The relocation of Kataza, also known as SK11, from his Slangkop troop in Kommetjie, to Tokai, has cast the spotlight on baboon management in the region.
Locals have been protesting against his removal for weeks, staging protests and garnering loads of support on social media under the hashtag #BringKatazaBack.
Many animal organisations have added their voice to the relocation, saying it is cruel, and that Kataza spends most of his time alone.
But now the City says people are interfering with the baboon, even feeding him, and that he is actually busy integrating into his new Tokai troop.
Here is a statement from the City’s Mayoral Committee Member for Spatial Planning and Environment, Alderman Marian Nieuwoudt:
According to the latest update, SK11 is in Tokai, behaving like a dispersing adult male baboon and it appears that he is slowly integrating into the Tokai Troop.
On Tuesday 22 September, SK11 was examined by a veterinarian and behavioural ecologist specialising in primates, who reported that he was in good condition with a shiny unmated coat. In the mornings, he usually follows the Tokai troop to where they are foraging, keeping on the edge, while observing the troop and making friendly signs like lip smacking and pulling his ears back.
After a while, curious young baboons approach him with similar friendly lip smacking and greetings. This is normal behaviour for a male baboon joining a troop. Being accepted can take weeks to months and it is best for SK11 to be left alone and not followed by humans. SK11 needs to interact with other baboons in his own time. This is very important as the current service provider, HWS, is trying to keep him out of the urban area so that he is safe and does not raid.
SK11, however, is being harassed by individuals who are interfering. Over the weekend, video footage showed individuals feeding him.
‘Feeding a wild animal is not only illegal, but detrimental as human-derived food is unhealthy for baboons and will result in an increase in raiding behaviour. As such, we have asked CapeNature to examine the video footage for possible legal action.’
The City of Cape Town strongly requests that SK11 be left alone, not harassed and under no circumstances be fed.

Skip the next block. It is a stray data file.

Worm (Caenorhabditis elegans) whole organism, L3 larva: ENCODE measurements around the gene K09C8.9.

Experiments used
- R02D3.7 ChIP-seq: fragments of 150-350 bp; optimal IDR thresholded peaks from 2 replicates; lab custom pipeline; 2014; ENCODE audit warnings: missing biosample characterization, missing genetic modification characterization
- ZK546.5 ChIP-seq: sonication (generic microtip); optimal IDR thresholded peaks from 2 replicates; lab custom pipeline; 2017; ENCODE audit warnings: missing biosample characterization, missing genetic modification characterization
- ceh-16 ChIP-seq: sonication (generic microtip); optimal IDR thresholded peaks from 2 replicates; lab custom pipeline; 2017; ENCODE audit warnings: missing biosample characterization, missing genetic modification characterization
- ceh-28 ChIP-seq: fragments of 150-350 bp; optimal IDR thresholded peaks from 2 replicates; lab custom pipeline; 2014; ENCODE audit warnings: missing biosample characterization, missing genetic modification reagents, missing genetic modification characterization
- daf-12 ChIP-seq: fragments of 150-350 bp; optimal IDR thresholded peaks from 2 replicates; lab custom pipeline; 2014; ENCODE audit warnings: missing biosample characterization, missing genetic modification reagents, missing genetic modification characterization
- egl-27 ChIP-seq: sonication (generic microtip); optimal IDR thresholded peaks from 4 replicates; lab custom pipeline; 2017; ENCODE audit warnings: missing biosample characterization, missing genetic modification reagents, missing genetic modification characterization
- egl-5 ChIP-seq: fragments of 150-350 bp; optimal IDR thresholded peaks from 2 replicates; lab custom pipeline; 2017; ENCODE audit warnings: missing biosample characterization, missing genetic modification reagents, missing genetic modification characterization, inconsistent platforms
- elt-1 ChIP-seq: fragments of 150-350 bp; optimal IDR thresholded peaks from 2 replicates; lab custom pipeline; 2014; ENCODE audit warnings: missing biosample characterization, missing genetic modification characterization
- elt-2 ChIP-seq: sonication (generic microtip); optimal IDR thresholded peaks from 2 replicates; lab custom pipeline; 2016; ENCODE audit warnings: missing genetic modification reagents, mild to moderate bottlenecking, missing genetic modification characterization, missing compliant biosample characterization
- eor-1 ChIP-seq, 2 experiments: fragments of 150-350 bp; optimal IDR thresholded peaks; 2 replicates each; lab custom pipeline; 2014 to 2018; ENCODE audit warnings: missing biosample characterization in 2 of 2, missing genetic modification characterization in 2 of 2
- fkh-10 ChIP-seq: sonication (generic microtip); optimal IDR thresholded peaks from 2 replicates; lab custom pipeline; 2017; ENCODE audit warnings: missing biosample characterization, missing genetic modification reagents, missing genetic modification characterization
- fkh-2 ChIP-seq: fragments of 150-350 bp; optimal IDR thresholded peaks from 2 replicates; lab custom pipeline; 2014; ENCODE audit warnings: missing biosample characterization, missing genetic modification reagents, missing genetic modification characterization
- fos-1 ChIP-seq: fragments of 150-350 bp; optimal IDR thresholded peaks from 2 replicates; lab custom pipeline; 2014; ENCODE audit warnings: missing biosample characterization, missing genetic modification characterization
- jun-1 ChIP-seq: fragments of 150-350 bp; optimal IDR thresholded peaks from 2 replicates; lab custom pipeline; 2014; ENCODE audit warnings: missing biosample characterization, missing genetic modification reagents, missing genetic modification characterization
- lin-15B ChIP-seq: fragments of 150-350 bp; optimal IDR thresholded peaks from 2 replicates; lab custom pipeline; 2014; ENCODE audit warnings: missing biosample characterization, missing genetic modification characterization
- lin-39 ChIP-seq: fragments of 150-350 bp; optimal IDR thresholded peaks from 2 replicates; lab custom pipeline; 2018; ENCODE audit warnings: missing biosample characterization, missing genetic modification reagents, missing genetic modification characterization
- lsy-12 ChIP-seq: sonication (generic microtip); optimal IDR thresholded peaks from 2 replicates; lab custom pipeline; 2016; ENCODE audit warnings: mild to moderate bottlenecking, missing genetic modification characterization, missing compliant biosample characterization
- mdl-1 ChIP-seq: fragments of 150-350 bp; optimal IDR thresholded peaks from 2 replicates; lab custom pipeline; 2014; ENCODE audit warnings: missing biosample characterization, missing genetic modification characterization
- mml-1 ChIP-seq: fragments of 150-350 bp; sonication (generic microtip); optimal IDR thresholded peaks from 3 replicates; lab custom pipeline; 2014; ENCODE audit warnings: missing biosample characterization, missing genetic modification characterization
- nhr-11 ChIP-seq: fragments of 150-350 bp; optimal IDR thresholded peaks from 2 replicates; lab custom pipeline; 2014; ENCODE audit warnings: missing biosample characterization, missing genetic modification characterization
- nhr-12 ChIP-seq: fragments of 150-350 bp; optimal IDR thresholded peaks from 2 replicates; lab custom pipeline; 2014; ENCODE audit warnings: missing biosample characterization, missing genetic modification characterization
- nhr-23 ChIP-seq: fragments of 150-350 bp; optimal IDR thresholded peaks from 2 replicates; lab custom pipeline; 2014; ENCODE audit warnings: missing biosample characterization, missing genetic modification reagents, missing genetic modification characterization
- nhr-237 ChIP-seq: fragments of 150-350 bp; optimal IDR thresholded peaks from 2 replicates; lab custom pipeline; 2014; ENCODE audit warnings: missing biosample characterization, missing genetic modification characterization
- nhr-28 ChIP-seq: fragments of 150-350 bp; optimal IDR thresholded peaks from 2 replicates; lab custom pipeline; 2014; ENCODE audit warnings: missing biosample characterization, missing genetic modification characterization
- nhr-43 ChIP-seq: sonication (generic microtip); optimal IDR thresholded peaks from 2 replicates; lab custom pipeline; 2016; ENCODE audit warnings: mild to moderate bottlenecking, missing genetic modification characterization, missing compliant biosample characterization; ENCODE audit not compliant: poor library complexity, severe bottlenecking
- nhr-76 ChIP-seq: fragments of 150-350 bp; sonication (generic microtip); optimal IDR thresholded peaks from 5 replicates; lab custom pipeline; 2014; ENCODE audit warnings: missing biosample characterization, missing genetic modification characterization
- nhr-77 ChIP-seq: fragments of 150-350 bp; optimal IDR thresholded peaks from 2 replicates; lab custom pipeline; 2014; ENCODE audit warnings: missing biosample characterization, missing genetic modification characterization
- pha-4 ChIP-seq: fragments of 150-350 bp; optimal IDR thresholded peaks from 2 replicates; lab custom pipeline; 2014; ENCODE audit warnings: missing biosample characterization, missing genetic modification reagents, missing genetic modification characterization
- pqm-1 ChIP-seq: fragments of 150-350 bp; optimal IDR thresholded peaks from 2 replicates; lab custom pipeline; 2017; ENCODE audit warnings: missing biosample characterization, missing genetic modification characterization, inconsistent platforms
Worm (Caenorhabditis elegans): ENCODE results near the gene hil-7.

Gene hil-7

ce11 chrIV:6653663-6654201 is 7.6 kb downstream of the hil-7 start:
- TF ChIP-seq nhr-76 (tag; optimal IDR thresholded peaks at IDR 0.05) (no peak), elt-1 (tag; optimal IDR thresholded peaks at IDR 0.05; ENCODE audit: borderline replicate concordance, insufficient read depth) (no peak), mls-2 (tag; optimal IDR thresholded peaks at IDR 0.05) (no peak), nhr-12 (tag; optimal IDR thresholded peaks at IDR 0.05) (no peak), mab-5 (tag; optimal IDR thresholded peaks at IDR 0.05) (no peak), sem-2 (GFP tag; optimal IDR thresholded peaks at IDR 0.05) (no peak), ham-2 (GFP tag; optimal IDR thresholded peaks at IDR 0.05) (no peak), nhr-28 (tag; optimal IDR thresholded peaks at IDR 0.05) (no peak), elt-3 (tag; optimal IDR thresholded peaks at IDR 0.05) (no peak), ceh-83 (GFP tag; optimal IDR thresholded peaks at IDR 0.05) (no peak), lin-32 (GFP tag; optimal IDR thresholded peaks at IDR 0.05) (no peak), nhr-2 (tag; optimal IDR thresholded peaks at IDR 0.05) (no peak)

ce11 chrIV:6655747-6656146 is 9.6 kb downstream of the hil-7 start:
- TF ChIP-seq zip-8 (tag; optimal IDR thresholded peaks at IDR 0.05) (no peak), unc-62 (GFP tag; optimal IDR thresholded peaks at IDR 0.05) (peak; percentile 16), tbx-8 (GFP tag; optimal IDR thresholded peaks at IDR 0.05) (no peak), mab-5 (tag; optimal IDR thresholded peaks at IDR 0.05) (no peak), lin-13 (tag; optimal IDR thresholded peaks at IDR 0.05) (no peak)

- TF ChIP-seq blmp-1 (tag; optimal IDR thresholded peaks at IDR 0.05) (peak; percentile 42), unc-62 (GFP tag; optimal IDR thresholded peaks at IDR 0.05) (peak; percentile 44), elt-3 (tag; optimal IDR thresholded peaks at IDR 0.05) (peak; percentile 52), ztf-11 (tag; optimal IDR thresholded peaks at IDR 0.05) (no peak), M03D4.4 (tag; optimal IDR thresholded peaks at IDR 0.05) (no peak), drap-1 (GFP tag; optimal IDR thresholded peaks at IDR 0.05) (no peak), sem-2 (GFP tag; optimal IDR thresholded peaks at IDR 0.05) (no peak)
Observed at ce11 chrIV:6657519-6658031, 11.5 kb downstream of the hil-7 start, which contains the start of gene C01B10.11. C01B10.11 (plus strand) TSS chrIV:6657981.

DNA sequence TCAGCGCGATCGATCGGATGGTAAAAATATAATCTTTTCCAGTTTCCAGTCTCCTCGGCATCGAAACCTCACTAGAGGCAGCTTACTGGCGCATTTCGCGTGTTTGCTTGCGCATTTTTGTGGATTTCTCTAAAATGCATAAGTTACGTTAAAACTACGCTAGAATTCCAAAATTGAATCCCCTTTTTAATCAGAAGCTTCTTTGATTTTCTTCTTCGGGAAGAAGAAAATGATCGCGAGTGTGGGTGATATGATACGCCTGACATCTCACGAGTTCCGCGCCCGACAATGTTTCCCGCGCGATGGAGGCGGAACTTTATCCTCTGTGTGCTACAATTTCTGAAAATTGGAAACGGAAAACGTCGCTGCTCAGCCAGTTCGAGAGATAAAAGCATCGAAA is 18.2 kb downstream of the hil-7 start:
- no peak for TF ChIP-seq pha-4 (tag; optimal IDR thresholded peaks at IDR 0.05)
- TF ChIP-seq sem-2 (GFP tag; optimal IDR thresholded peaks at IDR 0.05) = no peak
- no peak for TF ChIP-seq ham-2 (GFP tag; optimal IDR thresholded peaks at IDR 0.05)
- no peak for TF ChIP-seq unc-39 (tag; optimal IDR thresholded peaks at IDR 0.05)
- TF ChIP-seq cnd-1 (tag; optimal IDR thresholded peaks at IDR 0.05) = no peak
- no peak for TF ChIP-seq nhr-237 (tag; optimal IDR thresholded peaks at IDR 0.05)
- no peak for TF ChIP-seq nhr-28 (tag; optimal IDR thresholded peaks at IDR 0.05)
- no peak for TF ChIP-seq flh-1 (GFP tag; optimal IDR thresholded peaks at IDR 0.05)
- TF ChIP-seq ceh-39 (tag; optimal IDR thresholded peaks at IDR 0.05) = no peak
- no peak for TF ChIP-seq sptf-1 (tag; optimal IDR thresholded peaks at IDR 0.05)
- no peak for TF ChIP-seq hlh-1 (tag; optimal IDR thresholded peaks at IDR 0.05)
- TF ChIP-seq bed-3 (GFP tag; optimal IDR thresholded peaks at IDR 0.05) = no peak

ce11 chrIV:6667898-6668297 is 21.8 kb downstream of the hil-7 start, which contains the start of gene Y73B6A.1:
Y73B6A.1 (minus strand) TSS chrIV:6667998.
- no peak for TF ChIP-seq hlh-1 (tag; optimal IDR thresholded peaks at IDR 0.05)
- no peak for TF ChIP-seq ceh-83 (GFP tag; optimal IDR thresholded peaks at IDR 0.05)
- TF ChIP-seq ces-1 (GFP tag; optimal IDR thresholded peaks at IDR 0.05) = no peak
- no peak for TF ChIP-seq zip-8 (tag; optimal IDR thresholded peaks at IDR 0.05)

Residents in the vicinity of Tokai Park are advised to follow the guidelines below, should SK11 enter their property:
• Lock all doors and secure all windows
• Put away all food sources
• Identify the baboon’s escape route and make sure that its path is clear
• Back away slowly if the baboon is near you
• Keep pets out of the way
• Contact the Baboon Hotline on 071 588 6540
The Urban Baboon Programme aims:
· to keep baboons out of urban areas to reduce conflict between humans and baboons;
· to stop all activities that previously brought people into close contact with baboons;
· to support the policing and law enforcement of all national, provincial and local laws relating to the protection of wild animals; and
· to consult regularly with baboon experts.
The City of Cape Town’s Baboon Programme has, since 2006 to date, recorded an increase of 80% in the Cape Peninsula’s baboon population, excluding the troops inside Cape Point National Park. This affirms the success of a programme that is being replicated by countries around the world.
The number of baboons has increased from 248 in 2006 to 445 today. This is an increase of 197 baboons within 14 years and is equivalent to six new troops with an average of 30 baboons living alongside our suburbs.
The increase in the baboon population affirms the City’s approach in allocating resources to prevent baboons from entering urban areas as far as possible.
The City’s Urban Baboon Programme is internationally recognised and countries such as the United Kingdom and Australia are replicating the programme’s methodology.
PICS: @BringBackKataza Facebook page /Baboon Matters